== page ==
## Operations with Rational Numbers

### Multiplying rational numbers together

When you multiply two rational numbers together, the answer you get is a rational number as well.  Why is this?  Well, when you multiply an integer by another integer, you get an integer.  Say I have two rational numbers multiplied together:

Rational Number 1 × Rational Number 2

A rational number can be expressed as a fraction with an integer on the top and on the bottom:

Now what happens when you multiply the tops and bottoms of these fractions?  Well, the top multiplication is an integer multiplied by an integer.  We know that this will give us another integer.  Same with the bottoms – multiplying together two integers will give us an integer as an answer.  So overall, our new number will be:

When is a number a rational number – when it can be written as a fraction with an integer on the top, and an integer on the bottom.  What do we have here – a rational number!  So multiplying together rational numbers gives you an answer which is itself a rational number.

### Dividing rational numbers

When you divide one rational number by another, the answer you get is a rational number as well.  You can show why this is in almost exactly the same way as in the previous section.  The only extra thing you’ll need to remember is that:

### Adding and subtracting rational numbers

When you add or subtract rational numbers, the answer you get is always a rational number.  Why is this?  Well, take these two rational numbers and add them together:

Before you can add them together, what do you have to do?  You need to find a common denominator.  One quick way of doing this is to multiply the two denominators together:

You can then change each fraction so that it has this new denominator:

Now you can add them together, because they have a common denominator:

Is this answer a rational number?  Yes it is!  Why?  Because there’s an integer on the top of the fraction, and an integer on the bottom.  When you add together two rational numbers, you will always be able to find a common denominator for the two fractions.  This means you’ll always be able to add them together, and your answer will always have an integer on the top and an integer on the bottom, making it a rational number.  Sometimes the integers will be large and complicated, like in this case, but that doesn’t matter.  They’re integers, so the number is rational.  End of story.

### Using a dot instead of a multiplication symbol

Say a question asks you to find the factors of a number, perhaps the number 20.  After trying various numbers you should be able to work out that its factors are 2, 2, and 5.  How can you show that these are the factors of 20?  Well, one way you can is by showing that you can get 20 by multiplying them together, like this:

Sometimes, when you’re showing the factors of a number, people use a dot instead of the multiplication symbol, like this:

Now obviously this might be a little confusing, because the dot looks just like a decimal point.  There are a few ways to stop getting them mixed up however.  There is usually only one decimal point in a number.  In this example, there are two dots, so this tells us they’re probably not decimal points.  Also, these dots are usually only used to show factors of a number, so if you’re not in a question dealing with factors the dot is probably a decimal point.  The last thing you can do is to see whether the dot makes sense as a decimal point.  For instance, say I had something like this:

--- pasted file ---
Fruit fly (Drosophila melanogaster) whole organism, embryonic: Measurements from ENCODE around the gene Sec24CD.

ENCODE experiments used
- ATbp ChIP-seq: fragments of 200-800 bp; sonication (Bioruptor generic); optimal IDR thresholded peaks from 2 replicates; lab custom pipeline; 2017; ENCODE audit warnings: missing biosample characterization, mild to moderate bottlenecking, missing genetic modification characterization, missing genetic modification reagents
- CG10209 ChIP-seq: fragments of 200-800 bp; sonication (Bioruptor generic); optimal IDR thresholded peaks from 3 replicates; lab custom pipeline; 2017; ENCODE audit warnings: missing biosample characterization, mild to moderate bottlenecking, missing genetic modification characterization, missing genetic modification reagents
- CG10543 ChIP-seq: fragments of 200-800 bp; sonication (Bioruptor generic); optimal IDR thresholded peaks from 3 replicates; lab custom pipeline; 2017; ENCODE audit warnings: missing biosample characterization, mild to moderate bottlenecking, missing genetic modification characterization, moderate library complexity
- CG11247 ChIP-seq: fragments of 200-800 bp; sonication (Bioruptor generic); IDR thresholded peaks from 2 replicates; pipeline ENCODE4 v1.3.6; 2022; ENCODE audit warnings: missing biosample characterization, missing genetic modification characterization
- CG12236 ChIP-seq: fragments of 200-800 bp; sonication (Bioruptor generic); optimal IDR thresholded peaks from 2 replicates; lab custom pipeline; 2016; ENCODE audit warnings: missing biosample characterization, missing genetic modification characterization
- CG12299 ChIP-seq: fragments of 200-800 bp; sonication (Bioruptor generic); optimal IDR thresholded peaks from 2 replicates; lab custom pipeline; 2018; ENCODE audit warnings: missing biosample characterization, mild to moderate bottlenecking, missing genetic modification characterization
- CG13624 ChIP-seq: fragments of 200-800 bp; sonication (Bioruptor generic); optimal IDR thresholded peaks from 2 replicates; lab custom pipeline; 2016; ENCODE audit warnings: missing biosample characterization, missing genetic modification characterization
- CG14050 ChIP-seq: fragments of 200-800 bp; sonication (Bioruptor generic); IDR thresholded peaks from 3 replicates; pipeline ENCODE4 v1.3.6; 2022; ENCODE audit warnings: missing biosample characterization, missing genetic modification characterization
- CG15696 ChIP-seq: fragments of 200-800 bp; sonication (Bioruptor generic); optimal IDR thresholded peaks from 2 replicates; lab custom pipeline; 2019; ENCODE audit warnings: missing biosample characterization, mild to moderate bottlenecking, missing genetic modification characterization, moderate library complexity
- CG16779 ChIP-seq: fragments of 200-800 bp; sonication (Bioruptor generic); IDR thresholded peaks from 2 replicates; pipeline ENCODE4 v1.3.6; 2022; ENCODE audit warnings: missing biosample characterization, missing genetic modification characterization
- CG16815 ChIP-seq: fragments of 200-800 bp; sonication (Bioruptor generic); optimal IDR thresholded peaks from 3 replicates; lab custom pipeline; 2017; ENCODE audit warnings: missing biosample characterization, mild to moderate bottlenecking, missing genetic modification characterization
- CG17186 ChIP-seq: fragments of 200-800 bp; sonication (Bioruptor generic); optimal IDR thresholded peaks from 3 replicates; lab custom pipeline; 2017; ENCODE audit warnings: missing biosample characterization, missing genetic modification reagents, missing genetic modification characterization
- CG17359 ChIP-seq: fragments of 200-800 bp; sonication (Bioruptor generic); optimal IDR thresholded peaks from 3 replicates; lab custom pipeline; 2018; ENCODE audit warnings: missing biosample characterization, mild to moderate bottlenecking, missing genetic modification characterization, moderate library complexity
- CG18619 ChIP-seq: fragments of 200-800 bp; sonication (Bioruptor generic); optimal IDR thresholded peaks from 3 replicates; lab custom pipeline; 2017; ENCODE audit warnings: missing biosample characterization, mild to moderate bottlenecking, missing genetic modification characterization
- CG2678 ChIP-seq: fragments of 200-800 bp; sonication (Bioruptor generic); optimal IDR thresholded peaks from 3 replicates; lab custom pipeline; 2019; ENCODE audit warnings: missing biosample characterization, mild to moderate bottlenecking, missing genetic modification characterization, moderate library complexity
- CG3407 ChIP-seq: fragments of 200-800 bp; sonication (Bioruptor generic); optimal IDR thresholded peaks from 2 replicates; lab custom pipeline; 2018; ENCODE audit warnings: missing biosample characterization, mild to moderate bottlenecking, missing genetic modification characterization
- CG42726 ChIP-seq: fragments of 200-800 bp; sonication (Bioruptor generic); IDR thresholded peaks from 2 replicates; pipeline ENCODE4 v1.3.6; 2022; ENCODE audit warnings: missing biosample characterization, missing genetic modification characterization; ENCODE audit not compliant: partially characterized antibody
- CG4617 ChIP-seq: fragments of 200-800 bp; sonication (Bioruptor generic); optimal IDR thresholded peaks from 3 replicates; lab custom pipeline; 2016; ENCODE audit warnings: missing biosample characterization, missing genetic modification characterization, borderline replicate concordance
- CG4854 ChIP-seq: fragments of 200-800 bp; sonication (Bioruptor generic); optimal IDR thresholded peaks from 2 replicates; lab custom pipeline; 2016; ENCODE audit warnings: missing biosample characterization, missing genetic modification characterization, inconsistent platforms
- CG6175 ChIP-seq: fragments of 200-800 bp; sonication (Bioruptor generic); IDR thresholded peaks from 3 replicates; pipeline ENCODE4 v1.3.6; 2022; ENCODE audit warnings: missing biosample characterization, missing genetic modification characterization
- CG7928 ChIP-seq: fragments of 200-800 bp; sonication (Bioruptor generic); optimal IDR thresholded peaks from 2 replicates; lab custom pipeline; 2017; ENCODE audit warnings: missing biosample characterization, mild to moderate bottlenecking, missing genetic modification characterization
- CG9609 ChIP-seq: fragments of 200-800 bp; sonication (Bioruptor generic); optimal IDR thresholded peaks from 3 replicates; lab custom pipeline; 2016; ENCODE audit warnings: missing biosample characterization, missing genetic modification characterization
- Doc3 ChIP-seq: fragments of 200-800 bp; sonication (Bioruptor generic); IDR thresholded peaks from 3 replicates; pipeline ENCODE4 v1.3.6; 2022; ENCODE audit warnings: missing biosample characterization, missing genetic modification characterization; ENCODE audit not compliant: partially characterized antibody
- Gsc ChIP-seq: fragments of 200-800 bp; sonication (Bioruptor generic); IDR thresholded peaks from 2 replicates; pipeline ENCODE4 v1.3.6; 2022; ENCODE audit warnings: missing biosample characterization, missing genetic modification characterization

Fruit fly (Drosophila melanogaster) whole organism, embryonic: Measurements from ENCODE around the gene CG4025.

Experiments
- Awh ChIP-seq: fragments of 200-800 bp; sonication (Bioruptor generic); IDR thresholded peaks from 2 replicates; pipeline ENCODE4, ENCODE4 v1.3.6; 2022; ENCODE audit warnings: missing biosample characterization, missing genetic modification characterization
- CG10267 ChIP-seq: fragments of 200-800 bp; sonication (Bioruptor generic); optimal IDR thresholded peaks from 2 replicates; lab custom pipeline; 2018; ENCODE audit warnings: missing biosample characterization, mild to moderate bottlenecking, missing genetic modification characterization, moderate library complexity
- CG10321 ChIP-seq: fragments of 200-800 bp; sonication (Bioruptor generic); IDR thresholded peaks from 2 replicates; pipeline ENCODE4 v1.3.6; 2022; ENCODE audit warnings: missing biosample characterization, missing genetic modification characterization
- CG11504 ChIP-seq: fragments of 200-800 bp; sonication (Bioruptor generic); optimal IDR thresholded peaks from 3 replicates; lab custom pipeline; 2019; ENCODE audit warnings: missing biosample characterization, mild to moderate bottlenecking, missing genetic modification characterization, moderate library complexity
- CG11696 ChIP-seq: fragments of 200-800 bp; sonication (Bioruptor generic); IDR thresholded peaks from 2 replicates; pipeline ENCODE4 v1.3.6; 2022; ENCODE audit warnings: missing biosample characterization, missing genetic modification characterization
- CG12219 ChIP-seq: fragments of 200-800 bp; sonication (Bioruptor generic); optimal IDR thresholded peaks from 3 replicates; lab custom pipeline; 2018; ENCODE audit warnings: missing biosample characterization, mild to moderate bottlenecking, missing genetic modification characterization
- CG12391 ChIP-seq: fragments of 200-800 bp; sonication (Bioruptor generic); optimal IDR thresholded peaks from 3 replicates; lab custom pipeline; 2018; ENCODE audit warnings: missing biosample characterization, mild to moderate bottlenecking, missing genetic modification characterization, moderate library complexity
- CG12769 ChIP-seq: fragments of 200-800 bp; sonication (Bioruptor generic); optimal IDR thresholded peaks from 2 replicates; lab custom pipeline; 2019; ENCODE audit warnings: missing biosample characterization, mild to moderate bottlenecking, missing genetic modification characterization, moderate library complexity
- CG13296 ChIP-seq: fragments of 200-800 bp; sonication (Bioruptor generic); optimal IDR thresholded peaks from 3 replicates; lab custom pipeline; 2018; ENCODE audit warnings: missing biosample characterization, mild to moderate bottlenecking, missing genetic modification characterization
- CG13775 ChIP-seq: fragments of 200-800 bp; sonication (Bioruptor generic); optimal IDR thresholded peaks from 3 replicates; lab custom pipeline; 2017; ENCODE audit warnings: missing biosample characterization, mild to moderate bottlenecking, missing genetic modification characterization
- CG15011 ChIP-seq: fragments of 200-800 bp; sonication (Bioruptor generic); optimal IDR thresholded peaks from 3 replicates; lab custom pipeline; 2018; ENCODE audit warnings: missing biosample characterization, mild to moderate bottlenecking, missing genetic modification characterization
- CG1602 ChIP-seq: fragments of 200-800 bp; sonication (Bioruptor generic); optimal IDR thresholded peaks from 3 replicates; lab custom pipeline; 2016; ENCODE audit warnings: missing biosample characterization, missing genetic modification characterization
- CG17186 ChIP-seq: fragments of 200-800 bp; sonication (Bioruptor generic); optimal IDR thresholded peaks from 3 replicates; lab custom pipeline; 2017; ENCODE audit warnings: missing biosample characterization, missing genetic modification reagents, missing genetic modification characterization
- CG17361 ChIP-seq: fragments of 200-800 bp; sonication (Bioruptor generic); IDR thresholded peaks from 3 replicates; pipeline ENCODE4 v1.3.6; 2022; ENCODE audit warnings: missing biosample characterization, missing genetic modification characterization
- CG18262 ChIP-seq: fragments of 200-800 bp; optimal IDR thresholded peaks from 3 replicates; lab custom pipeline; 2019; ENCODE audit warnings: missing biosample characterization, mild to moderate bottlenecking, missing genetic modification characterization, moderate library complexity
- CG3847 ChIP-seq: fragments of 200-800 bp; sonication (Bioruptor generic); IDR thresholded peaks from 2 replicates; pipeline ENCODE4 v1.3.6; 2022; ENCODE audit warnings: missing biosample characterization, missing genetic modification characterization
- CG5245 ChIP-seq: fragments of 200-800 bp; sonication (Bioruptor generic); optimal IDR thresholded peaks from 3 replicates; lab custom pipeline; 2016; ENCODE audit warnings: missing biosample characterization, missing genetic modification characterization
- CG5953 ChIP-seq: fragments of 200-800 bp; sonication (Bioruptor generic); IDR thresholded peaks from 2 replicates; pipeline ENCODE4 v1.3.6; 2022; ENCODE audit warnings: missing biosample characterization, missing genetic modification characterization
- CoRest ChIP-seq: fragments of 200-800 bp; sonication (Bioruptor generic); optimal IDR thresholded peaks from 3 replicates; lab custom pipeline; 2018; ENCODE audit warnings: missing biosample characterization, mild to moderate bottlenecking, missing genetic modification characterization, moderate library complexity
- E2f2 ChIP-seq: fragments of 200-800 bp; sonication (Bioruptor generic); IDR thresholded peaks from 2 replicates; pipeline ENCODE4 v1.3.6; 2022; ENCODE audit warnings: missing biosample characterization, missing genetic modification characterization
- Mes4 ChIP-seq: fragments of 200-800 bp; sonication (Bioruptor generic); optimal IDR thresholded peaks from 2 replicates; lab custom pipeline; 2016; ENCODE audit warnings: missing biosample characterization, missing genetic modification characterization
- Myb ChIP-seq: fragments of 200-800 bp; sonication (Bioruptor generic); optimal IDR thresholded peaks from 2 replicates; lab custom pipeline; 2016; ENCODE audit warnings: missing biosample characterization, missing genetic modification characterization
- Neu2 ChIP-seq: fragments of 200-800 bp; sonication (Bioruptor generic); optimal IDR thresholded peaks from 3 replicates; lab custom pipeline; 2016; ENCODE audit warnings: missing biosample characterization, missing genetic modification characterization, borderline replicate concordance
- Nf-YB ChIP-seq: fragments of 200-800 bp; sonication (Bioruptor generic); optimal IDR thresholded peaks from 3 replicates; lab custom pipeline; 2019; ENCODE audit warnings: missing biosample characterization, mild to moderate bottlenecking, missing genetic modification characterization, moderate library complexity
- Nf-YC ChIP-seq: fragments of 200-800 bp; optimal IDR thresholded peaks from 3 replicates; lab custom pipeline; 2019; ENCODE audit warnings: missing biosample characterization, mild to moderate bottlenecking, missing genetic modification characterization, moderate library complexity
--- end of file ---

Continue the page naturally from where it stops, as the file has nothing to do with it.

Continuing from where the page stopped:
Does ten really equal two and a half?  No it doesn’t!  So the dot isn’t a decimal point.  Perhaps the dot is acting as a multiplier?  Let’s see if that makes sense – you can do this by replacing the dot with a multiplication symbol and seeing if it makes sense:

Ten does equal ten, so the dot is acting as a multiplier.  This expression is showing us the factors of ten, and how they multiply together to give ten.

### Working with the number zero

The number zero is a unique number which has all sorts of special properties:

Any thing you multiply by zero will give you an answer of zero.  For example:

Adding zero to anything, or subtracting zero from anything won’t make any difference to that thing – it will be unchanged.  For example:

The tricky part of working with zero is when you try and divide something by zero.  Dividing by other numbers is easy, for instance if I divide 6 by 2, I know the answer is 3.  There are ‘3’ lots of ‘2’ in the number 6.  What about if I have this division:

This division is asking us, “How many zeroes are there in one?”  Are there ten?  Well, ten lots of zero is still zero, which doesn’t make up one.  Perhaps there are one hundred?  Well, one hundred lots of zero is still zero, which doesn’t make up one.  What about one thousand?  One million?

You can keep on going until you get bored (you’re probably bored already).  So you can fit an unlimited quantity of zeroes into the number 1.  This makes it tempting for people to say something like, “There are infinity zeroes in one,” or, “There are infinite zeroes in one,” but this is wrong.  Infinity isn’t really a number.  When you divide a number by zero, you’re asking, “how many zeroes can I fit in that number.”  From what we’ve just done, we know that there isn’t any specific number of zeroes that fit into 1, or 3 or 10 or whatever.  So what we do is say that the answer to this problem is undefined.  This means that there is no answer that makes sense